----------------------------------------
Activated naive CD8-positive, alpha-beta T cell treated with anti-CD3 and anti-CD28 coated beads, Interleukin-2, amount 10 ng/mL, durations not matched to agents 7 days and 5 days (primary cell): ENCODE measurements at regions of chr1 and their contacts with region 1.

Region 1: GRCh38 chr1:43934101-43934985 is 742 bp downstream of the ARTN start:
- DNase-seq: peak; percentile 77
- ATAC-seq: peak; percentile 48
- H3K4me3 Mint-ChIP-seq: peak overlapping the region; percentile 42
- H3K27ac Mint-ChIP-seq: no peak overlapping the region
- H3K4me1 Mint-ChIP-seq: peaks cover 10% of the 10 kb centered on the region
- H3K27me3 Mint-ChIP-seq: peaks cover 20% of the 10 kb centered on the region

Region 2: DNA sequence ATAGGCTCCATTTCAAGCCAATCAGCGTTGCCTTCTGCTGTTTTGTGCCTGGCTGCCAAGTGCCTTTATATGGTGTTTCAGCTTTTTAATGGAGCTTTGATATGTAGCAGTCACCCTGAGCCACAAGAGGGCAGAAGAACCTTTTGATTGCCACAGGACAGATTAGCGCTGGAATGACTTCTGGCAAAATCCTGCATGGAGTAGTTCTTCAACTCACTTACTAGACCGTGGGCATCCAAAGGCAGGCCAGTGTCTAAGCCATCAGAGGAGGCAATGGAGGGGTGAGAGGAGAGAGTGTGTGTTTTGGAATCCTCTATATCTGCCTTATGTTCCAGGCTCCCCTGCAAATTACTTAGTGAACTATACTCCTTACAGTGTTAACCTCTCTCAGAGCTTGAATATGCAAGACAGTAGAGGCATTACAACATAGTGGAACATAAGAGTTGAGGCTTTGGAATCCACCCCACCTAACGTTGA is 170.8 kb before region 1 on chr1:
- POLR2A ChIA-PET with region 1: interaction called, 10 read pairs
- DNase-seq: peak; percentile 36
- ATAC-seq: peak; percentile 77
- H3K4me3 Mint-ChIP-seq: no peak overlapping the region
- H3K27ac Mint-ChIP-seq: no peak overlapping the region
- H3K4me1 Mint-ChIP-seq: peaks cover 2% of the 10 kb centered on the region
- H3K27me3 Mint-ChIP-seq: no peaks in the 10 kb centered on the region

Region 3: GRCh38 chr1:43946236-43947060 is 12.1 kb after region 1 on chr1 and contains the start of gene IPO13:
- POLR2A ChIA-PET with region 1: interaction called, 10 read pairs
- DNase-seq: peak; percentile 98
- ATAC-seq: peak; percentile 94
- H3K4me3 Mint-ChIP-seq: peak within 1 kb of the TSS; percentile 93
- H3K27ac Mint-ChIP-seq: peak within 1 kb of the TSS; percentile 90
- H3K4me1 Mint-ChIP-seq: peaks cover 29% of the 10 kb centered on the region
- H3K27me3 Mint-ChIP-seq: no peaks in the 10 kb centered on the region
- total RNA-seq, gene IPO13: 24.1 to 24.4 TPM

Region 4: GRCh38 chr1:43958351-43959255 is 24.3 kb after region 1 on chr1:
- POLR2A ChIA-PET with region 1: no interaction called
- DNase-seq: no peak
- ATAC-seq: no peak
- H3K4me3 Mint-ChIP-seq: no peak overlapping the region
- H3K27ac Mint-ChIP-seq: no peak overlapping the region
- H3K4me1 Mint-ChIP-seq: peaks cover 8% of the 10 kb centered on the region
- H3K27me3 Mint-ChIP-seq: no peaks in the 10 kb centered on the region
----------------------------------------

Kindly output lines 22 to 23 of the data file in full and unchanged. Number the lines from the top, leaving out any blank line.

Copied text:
- H3K27ac Mint-ChIP-seq: peak within 1 kb of the TSS; percentile 90
- H3K4me1 Mint-ChIP-seq: peaks cover 29% of the 10 kb centered on the region